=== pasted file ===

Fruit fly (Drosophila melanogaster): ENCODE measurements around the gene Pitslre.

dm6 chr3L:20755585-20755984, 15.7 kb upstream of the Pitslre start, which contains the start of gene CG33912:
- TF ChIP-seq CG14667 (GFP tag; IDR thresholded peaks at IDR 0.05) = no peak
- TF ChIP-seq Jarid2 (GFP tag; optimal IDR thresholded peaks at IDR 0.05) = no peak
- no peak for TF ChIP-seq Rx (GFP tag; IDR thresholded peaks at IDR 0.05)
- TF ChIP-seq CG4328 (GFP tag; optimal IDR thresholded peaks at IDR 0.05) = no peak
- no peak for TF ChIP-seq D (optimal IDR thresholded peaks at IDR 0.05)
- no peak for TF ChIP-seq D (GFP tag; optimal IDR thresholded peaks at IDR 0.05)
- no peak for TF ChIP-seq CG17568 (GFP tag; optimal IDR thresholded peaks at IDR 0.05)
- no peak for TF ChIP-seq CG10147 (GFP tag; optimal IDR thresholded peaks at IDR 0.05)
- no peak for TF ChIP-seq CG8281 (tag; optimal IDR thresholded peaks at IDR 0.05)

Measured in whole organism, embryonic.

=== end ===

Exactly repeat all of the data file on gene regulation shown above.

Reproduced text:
Fruit fly (Drosophila melanogaster): ENCODE measurements around the gene Pitslre.

dm6 chr3L:20755585-20755984, 15.7 kb upstream of the Pitslre start, which contains the start of gene CG33912:
- TF ChIP-seq CG14667 (GFP tag; IDR thresholded peaks at IDR 0.05) = no peak
- TF ChIP-seq Jarid2 (GFP tag; optimal IDR thresholded peaks at IDR 0.05) = no peak
- no peak for TF ChIP-seq Rx (GFP tag; IDR thresholded peaks at IDR 0.05)
- TF ChIP-seq CG4328 (GFP tag; optimal IDR thresholded peaks at IDR 0.05) = no peak
- no peak for TF ChIP-seq D (optimal IDR thresholded peaks at IDR 0.05)
- no peak for TF ChIP-seq D (GFP tag; optimal IDR thresholded peaks at IDR 0.05)
- no peak for TF ChIP-seq CG17568 (GFP tag; optimal IDR thresholded peaks at IDR 0.05)
- no peak for TF ChIP-seq CG10147 (GFP tag; optimal IDR thresholded peaks at IDR 0.05)
- no peak for TF ChIP-seq CG8281 (tag; optimal IDR thresholded peaks at IDR 0.05)

Measured in whole organism, embryonic.